giving favorable promise; likely to turn out well: a promising young man; a promising situation.

Origin of promising

First recorded in 1505–15; promise + -ing2
Related formsprom·is·ing·ly, adverbprom·is·ing·ness, noun

Synonyms for promising

favorable, reassuring, encouraging.




a declaration that something will or will not be done, given, etc., by one: unkept political promises.
an express assurance on which expectation is to be based: promises that an enemy will not win.
something that has the effect of an express assurance; indication of what may be expected.
indication of future excellence or achievement: a writer who shows promise.
something that is promised.

verb (used with object), prom·ised, prom·is·ing.

to engage or undertake by promise (usually used with an infinitive or a clause as object): She promised to go tomorrow.
to make a promise of (some specified act, gift, etc.): to promise help.
to make a promise of something to (a specified person): Promise me that you will come.
to afford ground for expecting: The sky promised a storm.
to engage to join in marriage.
to assure (used in emphatic declarations): I won't go there again, I promise you that!

verb (used without object), prom·ised, prom·is·ing.

to afford ground for expectation (often followed by well or fair): His forthcoming novel promises well.
to make a promise.

Origin of promise

1375–1425; (noun) late Middle English promis(se) < Medieval Latin prōmissa, for Latin prōmissum, noun use of neuter past participle of prōmittere to promise, literally, to send forth, equivalent to prō- pro-1 + mittere to send; (v.) late Middle English promisen, derivative of the noun
Related formsprom·is·a·ble, adjectiveprom·ise·ful, adjectiveprom·is·er, nounout·prom·ise, verb (used with object), out·prom·ised, out·prom·is·ing.o·ver·prom·ise, verb (used with object), o·ver·prom·ised, o·ver·prom·is·ing.pre·prom·ise, noun, verb (used with object), pre·prom·ised, pre·prom·is·ing.qua·si-prom·ised, adjectivere·prom·ise, verb, re·prom·ised, re·prom·is·ing.un·prom·ised, adjective

Synonyms for promise Unabridged Based on the Random House Unabridged Dictionary, © Random House, Inc. 2019

Examples from the Web for promising

Contemporary Examples of promising

Historical Examples of promising

British Dictionary definitions for promising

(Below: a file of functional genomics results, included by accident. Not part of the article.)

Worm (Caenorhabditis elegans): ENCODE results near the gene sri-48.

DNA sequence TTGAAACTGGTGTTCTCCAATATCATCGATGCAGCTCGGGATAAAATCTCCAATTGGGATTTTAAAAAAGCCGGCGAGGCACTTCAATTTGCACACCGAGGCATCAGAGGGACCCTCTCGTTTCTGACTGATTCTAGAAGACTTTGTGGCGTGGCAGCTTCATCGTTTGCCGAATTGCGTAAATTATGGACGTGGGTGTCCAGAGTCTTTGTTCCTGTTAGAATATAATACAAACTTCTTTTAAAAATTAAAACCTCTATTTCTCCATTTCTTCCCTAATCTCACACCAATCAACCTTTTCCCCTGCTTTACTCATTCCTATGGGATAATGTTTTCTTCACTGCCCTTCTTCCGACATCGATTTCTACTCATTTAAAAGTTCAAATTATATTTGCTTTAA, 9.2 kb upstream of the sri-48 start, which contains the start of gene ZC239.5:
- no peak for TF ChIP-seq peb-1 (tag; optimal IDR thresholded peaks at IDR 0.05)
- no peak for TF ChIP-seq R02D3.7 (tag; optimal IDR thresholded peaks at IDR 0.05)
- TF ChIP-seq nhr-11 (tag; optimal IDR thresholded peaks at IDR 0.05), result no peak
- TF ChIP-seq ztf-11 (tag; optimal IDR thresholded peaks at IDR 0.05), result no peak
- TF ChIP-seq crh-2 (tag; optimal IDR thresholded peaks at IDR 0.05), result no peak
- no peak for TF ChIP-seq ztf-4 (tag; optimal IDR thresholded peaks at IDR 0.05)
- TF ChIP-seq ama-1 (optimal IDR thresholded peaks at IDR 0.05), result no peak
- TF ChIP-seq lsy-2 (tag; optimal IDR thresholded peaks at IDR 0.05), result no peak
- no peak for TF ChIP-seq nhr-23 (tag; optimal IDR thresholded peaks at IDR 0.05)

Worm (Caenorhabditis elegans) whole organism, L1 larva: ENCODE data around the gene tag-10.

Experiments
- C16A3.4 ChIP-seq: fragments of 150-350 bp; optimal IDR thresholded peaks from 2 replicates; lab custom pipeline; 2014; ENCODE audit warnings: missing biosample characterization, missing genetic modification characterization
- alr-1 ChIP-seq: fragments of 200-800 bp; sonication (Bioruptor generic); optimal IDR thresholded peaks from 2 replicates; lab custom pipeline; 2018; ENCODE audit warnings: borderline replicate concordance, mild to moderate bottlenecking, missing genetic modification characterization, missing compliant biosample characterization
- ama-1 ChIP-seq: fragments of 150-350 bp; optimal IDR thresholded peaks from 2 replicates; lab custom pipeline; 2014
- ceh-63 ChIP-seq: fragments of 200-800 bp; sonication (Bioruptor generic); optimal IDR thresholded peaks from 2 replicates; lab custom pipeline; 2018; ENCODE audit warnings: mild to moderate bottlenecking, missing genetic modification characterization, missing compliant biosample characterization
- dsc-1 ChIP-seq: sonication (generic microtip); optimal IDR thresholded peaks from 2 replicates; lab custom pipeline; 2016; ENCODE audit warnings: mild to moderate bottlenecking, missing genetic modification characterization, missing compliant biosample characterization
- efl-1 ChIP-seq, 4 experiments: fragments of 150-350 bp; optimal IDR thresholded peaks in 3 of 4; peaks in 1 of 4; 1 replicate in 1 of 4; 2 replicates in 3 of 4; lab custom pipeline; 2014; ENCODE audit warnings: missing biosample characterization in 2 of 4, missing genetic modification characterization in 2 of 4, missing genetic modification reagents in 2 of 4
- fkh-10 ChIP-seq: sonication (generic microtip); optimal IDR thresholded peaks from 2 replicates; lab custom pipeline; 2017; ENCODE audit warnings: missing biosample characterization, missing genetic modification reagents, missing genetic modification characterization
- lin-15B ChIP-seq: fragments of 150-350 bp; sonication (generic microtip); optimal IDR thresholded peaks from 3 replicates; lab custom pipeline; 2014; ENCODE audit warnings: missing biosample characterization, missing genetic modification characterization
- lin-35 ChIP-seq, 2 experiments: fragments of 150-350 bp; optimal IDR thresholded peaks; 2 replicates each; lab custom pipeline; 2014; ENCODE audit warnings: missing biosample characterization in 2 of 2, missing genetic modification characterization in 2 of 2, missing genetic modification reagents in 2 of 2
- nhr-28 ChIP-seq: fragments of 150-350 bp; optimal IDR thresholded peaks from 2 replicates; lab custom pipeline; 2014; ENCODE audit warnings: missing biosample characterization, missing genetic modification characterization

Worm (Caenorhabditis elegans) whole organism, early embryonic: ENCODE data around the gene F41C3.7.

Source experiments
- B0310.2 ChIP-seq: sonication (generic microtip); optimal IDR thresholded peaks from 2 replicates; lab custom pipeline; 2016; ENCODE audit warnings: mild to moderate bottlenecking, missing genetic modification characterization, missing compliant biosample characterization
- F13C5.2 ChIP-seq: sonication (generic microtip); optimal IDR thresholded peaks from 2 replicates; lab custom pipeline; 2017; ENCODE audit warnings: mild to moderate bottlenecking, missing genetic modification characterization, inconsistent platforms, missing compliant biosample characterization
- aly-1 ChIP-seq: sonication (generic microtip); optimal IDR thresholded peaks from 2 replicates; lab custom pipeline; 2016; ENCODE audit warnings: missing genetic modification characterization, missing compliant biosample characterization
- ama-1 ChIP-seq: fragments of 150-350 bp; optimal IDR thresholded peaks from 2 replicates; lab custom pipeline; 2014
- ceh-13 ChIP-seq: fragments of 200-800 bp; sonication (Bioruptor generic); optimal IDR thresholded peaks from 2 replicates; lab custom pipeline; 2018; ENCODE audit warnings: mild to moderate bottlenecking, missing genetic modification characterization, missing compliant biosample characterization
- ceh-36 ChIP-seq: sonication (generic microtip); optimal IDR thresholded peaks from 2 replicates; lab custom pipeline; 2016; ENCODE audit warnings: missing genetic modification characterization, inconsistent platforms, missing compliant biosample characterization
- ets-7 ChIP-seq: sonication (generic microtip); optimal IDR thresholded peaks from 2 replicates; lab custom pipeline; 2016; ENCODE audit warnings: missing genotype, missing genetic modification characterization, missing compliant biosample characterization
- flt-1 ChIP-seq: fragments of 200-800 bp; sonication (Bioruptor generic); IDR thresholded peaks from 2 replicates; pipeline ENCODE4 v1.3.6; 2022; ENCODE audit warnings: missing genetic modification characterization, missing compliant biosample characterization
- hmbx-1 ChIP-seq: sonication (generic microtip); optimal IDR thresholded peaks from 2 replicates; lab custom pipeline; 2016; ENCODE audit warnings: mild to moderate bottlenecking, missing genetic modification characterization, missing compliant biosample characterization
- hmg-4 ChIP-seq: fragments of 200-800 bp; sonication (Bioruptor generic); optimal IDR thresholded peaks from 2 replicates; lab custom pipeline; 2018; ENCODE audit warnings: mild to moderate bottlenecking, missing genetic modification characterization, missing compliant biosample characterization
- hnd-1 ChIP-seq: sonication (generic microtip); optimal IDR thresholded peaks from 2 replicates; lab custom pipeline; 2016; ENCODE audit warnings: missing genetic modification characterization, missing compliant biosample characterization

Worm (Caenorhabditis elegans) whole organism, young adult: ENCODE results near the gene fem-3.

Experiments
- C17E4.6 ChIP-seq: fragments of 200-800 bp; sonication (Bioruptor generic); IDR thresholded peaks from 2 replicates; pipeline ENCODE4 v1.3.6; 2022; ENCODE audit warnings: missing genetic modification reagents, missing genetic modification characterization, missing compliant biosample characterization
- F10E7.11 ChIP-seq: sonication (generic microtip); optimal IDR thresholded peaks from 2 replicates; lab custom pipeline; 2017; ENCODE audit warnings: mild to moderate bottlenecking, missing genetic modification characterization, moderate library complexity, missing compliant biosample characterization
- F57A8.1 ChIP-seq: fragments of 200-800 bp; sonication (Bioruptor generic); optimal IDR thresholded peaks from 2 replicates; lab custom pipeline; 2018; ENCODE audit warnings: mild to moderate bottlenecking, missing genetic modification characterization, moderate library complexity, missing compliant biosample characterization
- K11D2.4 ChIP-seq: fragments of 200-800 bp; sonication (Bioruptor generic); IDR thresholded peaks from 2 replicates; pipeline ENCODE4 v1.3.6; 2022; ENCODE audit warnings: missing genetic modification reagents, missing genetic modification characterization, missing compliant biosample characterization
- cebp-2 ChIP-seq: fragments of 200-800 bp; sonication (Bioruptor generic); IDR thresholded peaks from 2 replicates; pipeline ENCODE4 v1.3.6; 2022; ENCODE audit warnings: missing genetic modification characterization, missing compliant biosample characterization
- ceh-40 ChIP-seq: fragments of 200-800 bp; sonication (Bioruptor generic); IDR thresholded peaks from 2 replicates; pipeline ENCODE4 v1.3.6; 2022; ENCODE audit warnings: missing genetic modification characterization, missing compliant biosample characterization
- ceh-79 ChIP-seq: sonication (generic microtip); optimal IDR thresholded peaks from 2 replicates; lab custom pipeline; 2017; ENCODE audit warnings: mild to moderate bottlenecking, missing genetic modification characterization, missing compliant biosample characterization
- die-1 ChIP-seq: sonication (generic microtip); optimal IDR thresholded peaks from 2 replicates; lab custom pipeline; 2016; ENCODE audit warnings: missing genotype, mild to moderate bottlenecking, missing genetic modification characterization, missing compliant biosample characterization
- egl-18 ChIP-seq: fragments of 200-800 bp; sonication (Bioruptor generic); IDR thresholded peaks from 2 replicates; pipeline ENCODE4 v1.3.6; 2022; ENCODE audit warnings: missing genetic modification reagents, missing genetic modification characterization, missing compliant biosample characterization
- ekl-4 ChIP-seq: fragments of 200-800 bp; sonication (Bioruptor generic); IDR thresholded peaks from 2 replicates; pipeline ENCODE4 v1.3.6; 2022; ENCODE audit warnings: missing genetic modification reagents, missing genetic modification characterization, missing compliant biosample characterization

showing promise of favourable development or future success
Derived Formspromisingly, adverb



(often foll by to; when tr, may take a clause as object or an infinitive) to give an assurance of (something to someone); undertake (to do something) in the futureI promise that I will come
(tr) to undertake to give (something to someone)he promised me a car for my birthday
(when tr, takes an infinitive) to cause one to expect that in the future one is likely (to be or do something)she promises to be a fine soprano
(usually passive) to engage to be married; betrothI'm promised to Bill
(tr) to assure (someone) of the authenticity or inevitability of something (often in the parenthetic phrase I promise you, used to emphasize a statement)there'll be trouble, I promise you


an undertaking or assurance given by one person to another agreeing or guaranteeing to do or give something, or not to do or give something, in the future
indication of forthcoming excellence or goodnessa writer showing considerable promise
the thing of which an assurance is given
Derived Formspromiser, noun

Word Origin for promise

C14: from Latin prōmissum a promise, from prōmittere to send forth
Collins English Dictionary - Complete & Unabridged 2012 Digital Edition © William Collins Sons & Co. Ltd. 1979, 1986 © HarperCollins Publishers 1998, 2000, 2003, 2005, 2006, 2007, 2009, 2012

Word Origin and History for promising

"showing signs of future excellence," c.1600, present participle adjective from promise (v.). Related: Promisingly.



c.1400, "a pledge, vow," from Old French promesse "promise, guarantee, assurance" (13c.) and directly from Latin promissum "a promise," noun use of neuter past participle of promittere "send forth; let go; foretell; assure beforehand, promise," from pro- "before" (see pro-) + mittere "to put, send" (see mission). The ground sense is "declaration made about the future, about some act to be done or not done."



c.1400, from promise (n.). Related: Promised; promising. Promised land (1530s) is a reference to the land of Canaan promised to Abraham and his progeny (Hebrew xi:9, etc.; Greek ten ges tes epangelias).

Online Etymology Dictionary, © 2010 Douglas Harper

Idioms and Phrases with promising


see lick and a promise.

The American Heritage® Idioms Dictionary Copyright © 2002, 2001, 1995 by Houghton Mifflin Harcourt Publishing Company. Published by Houghton Mifflin Harcourt Publishing Company.